Mutiny on The Bounty

Mutiny on The Bounty

On April 28, 1789. Fletcher Christian and 18 seamen started probably the most famous mutiny in naval history, mutiny on the boat called Bounty. Captain Bligh described what happened in the predawn hours of April 28:

Just before sun-rising, Mr. Christian, with the master at arms, gunner’s mate, and Thomas Burket, seaman, came into my cabin while I was asleep, and seizing me, tied my hands with a cord behind my back, and threatened me with instant death, if I spoke or made the least noise.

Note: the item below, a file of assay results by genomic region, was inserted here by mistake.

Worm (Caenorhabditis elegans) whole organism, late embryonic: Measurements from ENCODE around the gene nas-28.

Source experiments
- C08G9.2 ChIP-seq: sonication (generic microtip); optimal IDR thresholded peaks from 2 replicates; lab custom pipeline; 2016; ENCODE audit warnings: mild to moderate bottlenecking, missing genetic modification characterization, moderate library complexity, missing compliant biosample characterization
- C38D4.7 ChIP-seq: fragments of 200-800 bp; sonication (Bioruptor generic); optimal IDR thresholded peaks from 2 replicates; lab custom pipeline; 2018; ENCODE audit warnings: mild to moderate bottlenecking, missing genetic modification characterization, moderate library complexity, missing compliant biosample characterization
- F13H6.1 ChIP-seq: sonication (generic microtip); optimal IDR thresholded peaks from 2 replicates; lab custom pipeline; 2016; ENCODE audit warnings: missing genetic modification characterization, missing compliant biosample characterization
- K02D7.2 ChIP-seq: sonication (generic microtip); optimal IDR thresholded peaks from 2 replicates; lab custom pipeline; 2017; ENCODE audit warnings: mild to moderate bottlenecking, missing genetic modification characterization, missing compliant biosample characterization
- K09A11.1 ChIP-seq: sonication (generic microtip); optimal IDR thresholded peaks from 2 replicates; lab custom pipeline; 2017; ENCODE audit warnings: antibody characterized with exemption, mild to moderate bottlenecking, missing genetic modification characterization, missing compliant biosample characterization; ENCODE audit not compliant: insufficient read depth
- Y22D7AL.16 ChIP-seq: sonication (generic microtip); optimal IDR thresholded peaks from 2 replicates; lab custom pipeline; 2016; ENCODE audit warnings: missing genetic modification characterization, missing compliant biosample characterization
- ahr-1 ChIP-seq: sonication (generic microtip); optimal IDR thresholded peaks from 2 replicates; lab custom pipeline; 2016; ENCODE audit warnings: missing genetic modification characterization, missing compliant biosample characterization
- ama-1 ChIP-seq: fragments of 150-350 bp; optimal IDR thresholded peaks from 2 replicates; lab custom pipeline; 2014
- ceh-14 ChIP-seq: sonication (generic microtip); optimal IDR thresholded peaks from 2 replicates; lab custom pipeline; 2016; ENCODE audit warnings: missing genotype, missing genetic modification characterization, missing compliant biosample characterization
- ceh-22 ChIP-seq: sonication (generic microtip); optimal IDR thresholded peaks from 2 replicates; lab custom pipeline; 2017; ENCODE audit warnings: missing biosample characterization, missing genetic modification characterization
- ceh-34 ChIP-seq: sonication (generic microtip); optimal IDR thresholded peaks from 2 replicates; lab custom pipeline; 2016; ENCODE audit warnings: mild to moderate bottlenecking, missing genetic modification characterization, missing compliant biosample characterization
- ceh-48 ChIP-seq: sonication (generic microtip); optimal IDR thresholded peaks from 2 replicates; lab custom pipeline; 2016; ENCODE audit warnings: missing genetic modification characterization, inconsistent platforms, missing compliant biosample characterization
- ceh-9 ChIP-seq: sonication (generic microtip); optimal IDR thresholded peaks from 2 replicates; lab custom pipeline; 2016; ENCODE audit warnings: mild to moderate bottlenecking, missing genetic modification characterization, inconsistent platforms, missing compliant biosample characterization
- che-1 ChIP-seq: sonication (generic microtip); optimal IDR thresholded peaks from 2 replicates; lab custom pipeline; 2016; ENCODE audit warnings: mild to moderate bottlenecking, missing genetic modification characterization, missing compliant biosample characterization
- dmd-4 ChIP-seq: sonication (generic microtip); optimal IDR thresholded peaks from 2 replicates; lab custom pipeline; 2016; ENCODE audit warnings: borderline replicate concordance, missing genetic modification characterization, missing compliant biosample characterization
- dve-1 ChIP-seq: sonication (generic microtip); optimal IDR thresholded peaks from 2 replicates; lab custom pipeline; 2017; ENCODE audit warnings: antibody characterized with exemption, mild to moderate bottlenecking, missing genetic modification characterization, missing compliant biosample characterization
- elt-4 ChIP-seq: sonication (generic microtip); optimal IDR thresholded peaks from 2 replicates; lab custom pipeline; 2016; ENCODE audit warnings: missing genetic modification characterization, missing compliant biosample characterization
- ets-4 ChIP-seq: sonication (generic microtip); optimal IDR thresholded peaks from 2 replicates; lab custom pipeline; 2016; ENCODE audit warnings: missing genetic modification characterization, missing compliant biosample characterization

They took Bligh out of bed and forced him on deck. Then they ordered two crew members to lower the Bounty’s rescue boat. Eighteen crew members (of 42) entered into the boat of 23 feet (7 m) and was about to be set adrift. Assorted provisions were gathered, including twine, canvas, lines, sails, a twenty-gallon cask of water, 150 pounds of bread, a tool chest, a compass and a small quantity of rum.

Bligh reported: After having undergone a great deal of ridicule, and been kept some time to make sport for these unfeeling wretches, we were at length cast adrift in the open ocean.

To three loyalists detained on board the Bounty against their will, Bligh called out: Never fear, my lads; I’ll do you justice if I ever reach England!

There were many films made about this famous story, but we like the one with Marlon Brando as Christian the best: